A Year in Review: See NASFAA’s Policy Papers from 2015
From student loan servicing issues, to FAFSA simplification and diversity, NASFAA and its members across the country have made strides in influencing important policy decisions around college access and affordability, and financial aid.
Take a look back at the policy papers NASFAA published over the last year:
- Servicing Issues Task Force Report (February 2015):
With the National Direct Student Loan Coalition, NASFAA convened a task force to deliver a report to the Department of Education (ED) with recommendations to improve federal student loan servicing. The recommendations included developing a central loan portal for borrowers, removing servicer branding from communication with borrowers, encouraging ED to provide standard consumer protections in line with other consumer financial products, allowing the use of innovative technologies for communication between servicers and borrowers, and incorporating the regulatory requirements of entrance and exit counseling into ED’s Financial Awareness Counseling Tool.
- NASFAA Diversity and Inclusion (March 2015):
This report emphasizes the importance of diversity and inclusion to NASFAA. Members also contributed feedback that was used to shape NASFAA’s Diversity and Inclusion Statement, goals, benchmarks, and assessments, as well as recommendations for how to meet those standards.
- Benchmarking Task Force Report (April 2015):
Through a task force convened in October 2014, NASFAA set out to expand its current benchmarking data through surveys. With feedback from NASFAA members nationwide, the task force determined what areas members felt were important to benchmark, including: administrative capability, outsourcing, and financial aid office campus relations.
- Great Expectations: Implications of Implementing Prior-Prior Year Income Data for the FAFSA (May 2015):
Through a third grant from the Gates Foundation for its Reimagining Aid Design and Delivery project, NASFAA released a paper exploring the potential concerns and benefits to using prior-prior year income data on the FAFSA, a policy change the Obama administration set in motion in September.
- Expanding Educational Opportunities for Students: Innovative Learning Models Task Force Report (June 2015):
As the cost of college continues to rise, several new platforms for delivery – such as competency-based education, prior learning assessments, and massive open online coursework – have materialized, but often are blocked from widespread use due to federal regulations that prevent students from using federal aid dollars to access those programs. NASFAA convened a task force to address these issues, and provide recommendations for how Title IV regulations could be changed to accommodate these types of programs while protecting the federal investment and providing for program integrity.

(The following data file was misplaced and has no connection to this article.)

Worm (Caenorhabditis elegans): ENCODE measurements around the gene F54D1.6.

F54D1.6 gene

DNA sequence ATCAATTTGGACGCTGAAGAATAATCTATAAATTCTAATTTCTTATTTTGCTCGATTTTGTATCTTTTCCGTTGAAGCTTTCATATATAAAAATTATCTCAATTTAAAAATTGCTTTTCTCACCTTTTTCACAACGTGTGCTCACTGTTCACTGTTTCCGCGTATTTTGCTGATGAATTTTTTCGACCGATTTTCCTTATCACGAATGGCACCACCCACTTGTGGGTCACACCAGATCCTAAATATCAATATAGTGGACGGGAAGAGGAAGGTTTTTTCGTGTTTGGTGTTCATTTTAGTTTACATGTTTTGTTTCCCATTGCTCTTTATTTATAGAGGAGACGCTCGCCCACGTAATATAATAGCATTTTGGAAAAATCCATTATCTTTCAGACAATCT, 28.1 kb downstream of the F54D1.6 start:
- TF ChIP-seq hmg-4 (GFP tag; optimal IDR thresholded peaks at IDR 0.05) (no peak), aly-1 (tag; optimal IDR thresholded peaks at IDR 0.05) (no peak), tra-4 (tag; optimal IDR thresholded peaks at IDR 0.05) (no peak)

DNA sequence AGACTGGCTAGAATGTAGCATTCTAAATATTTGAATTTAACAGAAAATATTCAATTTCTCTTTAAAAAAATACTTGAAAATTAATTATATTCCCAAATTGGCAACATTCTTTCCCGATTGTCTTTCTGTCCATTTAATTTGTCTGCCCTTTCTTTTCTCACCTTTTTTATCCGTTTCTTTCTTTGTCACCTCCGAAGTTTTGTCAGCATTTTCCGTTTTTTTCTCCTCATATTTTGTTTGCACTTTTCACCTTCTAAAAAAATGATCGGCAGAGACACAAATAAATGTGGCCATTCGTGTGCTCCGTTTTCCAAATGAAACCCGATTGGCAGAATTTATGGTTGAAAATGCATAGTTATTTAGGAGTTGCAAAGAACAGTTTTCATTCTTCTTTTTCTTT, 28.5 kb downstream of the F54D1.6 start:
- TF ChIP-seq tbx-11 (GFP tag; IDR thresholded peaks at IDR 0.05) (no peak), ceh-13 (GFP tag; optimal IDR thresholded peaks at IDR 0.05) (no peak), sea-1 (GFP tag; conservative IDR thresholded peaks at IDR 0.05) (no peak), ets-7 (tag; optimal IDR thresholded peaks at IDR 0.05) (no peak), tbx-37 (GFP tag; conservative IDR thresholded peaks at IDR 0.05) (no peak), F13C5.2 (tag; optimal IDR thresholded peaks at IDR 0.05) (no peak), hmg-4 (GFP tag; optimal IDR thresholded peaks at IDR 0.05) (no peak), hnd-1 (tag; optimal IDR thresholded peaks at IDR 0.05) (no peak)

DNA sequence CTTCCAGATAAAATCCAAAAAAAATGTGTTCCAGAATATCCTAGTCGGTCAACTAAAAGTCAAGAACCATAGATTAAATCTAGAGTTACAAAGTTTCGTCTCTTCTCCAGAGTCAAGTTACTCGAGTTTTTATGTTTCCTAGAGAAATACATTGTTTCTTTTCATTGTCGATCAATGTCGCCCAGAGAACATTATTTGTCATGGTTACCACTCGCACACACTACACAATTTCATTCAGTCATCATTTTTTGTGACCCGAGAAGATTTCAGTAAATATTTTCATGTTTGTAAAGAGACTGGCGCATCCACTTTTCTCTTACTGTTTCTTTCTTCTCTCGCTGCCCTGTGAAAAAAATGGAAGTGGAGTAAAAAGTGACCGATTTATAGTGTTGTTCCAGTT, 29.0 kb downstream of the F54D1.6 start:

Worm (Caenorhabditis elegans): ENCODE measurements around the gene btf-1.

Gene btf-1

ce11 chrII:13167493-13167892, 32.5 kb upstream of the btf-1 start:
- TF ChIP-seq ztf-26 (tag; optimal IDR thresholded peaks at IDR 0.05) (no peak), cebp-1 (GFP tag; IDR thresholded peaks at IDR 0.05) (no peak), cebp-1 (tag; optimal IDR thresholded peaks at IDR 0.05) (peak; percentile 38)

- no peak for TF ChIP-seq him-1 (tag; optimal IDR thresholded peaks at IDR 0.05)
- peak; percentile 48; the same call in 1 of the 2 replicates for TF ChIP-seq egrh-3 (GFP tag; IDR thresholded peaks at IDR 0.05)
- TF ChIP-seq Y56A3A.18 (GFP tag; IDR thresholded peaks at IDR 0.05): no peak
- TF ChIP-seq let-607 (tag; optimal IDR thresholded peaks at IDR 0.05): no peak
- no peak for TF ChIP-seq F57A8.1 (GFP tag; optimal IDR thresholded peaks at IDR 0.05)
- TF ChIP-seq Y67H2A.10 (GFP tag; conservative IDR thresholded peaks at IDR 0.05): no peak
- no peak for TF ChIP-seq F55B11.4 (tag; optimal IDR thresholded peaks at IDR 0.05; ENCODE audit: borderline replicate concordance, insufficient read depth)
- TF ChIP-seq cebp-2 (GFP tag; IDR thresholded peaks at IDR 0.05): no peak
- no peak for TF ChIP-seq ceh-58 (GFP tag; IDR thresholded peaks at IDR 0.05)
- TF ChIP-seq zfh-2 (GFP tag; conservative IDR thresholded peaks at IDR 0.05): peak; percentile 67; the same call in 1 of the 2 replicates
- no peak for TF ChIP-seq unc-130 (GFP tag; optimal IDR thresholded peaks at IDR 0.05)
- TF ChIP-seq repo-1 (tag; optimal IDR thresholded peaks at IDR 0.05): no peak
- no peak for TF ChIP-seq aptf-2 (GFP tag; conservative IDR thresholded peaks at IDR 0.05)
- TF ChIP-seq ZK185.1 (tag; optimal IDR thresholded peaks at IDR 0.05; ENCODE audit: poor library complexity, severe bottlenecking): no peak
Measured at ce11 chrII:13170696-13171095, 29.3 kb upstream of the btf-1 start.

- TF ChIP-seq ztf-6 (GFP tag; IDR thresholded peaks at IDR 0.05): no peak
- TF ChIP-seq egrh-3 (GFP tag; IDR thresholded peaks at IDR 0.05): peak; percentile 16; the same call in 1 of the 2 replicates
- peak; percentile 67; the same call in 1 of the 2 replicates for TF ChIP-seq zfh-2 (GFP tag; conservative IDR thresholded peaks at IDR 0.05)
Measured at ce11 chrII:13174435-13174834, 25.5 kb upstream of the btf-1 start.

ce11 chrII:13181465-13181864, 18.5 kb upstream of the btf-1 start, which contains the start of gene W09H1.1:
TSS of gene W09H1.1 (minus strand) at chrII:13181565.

- FAFSA Simplification Working Group Report (July 2015):
While NASFAA has long been interested in finding ways to make applying for financial aid more streamlined and accessible for students and families, a recent focus on the number of questions on the FAFSA prompted NASFAA to create a working group to develop a model that would simplify the process while still ensuring program integrity and accurate targeting of federal funds. NASFAA’s three-level application model would steer applicants down one of three paths based on their responses to screening questions.
- Return of Title IV Funds Task Force: Report to the NASFAA Board (September 2015):
NASFAA convened a task force in late 2014 to make recommendations for simplifying the Return of Title IV funds calculations and process for withdrawing students. The task force determined the current Return of Title IV laws and regulations have run their course, and recommended taking one of three paths: eliminating the requirement altogether; wipe the slate clean before writing a new set of rules; or fixing the current process pending the elimination or refurbishment of the requirement.
Publication Date: 12/22/2015